What's in a choke?
Richard Rawlingson believes that we should all have enough knowledge to make an informed choice when it comes to shot size, loads and choke. Respect for our quarry demands it.
Going back through the literature (and not so far back at that), you will find more myth and mystique than hard facts. Everyone it seemed knew of the fabled ‘hard hitting' gun that brought towering cock pheasants down stone dead when all else failed, but few explained how or why. Then, there is the ‘choke is the devil's invention' school of writing that says all you need is true cylinder boring and an ounce of number seven shot - and if you miss it is just plain bad shooting.
In fact those old timers probably weren't too far wrong if they took most of their birds at around 25 yards range (as I suspect most did). The trusty Eley Shooter's Diary shows us that at 25 yards true cylinder should throw a pattern of around 38 inches diameter, with 69% of the pellets within the centre 30 inches. At this distance number seven shot should retain sufficient striking energy (around 1.8 foot pounds) to deliver a clean kill, for it is the energy from multiple pellet strikes that is important. To be effective a pattern must have sufficient density to deliver the required number of strikes and those pellets must have enough energy to do the job.
Take that traditional open-bored gun and light load down to Devon, however, and it will prove woefully inadequate on birds at an average of, say, 50 yards range. Let's look at the diary's figures again for this distance:
Pellets in 30 inch circle – 27%
Striking energy (no.7) – 0.7 foot pounds
The diary does not give figures for pattern spread but it will be significantly greater than the quoted 58 inches at 40 yards – that is not so much a pattern as a loose formation of low energy pellets.
Clearly then we need to take steps to increase both pattern density and striking energy. Even with full choke we cannot get back to the 69% pattern of true cylinder at 25 yards; the diary says it will give us 49% at 50 yards and 70% at 40, so full choke would seem to be the obvious choice.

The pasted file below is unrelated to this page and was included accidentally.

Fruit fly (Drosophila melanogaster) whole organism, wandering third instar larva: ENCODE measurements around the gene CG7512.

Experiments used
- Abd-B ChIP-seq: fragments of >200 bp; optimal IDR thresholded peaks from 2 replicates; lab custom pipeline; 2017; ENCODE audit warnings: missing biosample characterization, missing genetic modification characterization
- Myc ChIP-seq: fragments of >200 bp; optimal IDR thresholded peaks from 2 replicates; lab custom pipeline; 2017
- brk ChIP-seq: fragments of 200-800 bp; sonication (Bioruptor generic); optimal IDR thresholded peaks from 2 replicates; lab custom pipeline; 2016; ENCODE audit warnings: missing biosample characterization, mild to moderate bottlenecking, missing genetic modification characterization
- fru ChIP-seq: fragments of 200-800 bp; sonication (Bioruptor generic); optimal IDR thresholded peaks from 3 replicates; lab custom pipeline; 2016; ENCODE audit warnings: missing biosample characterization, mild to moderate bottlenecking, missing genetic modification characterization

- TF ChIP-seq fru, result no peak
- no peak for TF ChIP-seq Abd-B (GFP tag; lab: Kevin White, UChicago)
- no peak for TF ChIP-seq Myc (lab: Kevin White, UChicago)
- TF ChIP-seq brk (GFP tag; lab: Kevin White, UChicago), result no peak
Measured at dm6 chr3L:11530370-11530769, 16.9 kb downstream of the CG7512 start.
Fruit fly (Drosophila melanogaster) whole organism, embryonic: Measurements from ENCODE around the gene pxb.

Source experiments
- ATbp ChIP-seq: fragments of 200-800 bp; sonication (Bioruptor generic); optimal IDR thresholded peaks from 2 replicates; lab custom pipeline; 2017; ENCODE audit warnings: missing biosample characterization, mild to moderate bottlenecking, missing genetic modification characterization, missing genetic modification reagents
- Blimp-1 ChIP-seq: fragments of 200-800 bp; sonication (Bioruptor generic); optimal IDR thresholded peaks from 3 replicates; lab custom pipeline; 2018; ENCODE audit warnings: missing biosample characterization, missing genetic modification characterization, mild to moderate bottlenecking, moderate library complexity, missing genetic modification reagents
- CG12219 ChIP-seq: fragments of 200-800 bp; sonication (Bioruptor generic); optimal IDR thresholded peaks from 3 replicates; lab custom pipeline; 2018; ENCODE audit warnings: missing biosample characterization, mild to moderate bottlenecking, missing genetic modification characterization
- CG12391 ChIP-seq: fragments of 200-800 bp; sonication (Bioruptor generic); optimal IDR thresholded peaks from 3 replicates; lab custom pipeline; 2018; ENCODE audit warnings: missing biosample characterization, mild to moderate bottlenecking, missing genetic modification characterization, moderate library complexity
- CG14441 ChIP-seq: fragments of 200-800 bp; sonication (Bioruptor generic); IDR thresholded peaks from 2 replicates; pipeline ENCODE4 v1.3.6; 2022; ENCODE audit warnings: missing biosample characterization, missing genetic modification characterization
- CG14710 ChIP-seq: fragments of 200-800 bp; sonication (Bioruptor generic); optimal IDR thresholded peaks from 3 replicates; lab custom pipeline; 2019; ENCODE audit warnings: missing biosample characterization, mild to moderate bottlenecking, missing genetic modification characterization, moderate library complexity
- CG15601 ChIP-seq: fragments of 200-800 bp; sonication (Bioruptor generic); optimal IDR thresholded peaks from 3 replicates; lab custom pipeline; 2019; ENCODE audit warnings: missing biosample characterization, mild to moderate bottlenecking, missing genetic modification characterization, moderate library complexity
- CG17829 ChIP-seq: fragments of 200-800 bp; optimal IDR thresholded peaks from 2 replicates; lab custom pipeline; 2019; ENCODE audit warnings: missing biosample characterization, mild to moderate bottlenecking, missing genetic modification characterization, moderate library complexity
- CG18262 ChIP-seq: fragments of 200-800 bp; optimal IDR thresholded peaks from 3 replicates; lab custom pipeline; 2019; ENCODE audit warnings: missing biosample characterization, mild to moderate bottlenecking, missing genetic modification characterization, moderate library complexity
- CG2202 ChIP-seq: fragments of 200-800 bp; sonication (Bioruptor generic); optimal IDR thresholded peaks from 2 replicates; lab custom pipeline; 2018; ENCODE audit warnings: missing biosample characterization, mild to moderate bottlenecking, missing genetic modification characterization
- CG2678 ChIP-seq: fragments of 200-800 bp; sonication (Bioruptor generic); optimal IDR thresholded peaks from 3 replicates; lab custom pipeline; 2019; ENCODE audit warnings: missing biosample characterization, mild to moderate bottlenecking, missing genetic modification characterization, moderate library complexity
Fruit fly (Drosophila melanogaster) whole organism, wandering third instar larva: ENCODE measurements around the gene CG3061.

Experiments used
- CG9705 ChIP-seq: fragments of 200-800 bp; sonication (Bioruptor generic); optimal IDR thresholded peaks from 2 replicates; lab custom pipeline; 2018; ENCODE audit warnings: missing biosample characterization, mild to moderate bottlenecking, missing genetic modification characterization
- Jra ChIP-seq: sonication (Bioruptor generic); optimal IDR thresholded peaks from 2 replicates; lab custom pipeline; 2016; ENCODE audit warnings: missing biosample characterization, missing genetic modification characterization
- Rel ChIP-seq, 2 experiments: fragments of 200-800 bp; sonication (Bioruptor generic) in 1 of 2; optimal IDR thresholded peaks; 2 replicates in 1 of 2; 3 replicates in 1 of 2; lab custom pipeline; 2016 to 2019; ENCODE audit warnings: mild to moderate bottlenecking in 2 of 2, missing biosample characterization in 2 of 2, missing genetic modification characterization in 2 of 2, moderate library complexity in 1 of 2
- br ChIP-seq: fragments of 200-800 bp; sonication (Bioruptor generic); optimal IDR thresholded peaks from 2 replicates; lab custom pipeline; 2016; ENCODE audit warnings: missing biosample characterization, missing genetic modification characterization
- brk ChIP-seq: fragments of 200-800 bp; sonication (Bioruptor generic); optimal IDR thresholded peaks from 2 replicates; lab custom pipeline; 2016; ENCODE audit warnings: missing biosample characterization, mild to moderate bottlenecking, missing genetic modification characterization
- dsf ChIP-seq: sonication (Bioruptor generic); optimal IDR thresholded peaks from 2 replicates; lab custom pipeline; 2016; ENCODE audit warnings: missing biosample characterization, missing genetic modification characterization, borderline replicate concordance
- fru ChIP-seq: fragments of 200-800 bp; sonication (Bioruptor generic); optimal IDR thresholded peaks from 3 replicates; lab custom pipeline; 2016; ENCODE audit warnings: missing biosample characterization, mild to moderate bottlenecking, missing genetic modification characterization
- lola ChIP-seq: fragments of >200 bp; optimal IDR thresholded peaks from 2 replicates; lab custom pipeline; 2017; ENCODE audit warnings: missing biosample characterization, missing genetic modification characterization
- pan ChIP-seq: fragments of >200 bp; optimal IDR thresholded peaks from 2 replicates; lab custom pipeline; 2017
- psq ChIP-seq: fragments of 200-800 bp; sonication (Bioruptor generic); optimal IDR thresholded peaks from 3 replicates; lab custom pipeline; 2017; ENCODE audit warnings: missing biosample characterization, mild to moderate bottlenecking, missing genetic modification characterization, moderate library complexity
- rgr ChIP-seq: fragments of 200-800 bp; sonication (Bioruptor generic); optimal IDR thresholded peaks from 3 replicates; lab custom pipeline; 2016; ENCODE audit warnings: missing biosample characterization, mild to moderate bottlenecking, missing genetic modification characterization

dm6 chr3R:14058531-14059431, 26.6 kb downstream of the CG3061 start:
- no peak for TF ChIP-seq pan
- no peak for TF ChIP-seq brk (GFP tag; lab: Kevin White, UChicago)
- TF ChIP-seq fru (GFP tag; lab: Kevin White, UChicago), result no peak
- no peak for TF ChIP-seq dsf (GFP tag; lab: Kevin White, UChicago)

Secondly, to get back to around 2.0 foot pounds energy at 50 yards we need to increase pellet size substantially (for larger pellets retain greater energy for longer). At 40 yards no.5 shot would do, but at 50 yards no. 4 is needed, delivering 1.97 foot pounds.
As ever with cartridge choice though, there is a trade off. Our one ounce load of no.7 shot gave us 340 pellets, but with the larger no.4 shot that has fallen to just 170, seriously compromising our pattern density. A third adjustment is therefore needed to increase the weight of shot as much as is sensible while still being comfortable to shoot. A popular choice would be a 1 1/4 ounce load (36 grams), giving 213 no.4 pellets.
Range, choke selection, size of shot and weight of load are therefore always interlinked; change one and other parts of the equation need to be re-examined.
I am not going to get into the ethical debate on high bird shooting, but it is a part of the modern shooting scene. However, traditionalists who criticise fellow shooters for taking to the field with tightly choked guns and heavy loads of large shot are seriously misinformed. These combinations are essential for consistent success and to go with less is to guarantee pricked birds.
I hope you have stayed with me through this barrage of numbers. As a reward here is my pocket guide to chokes and loads for small game at different ranges:
30 yards: Improved cylinder (1/4) choke, (1 1/16 oz 30 gram) load, no.6 shot
40 yards: 3/4 choke, 1 1/8 oz (32 gram), no.5 shot
50 yards: Full choke, 1 1/4 oz (36 gram), no.4 shot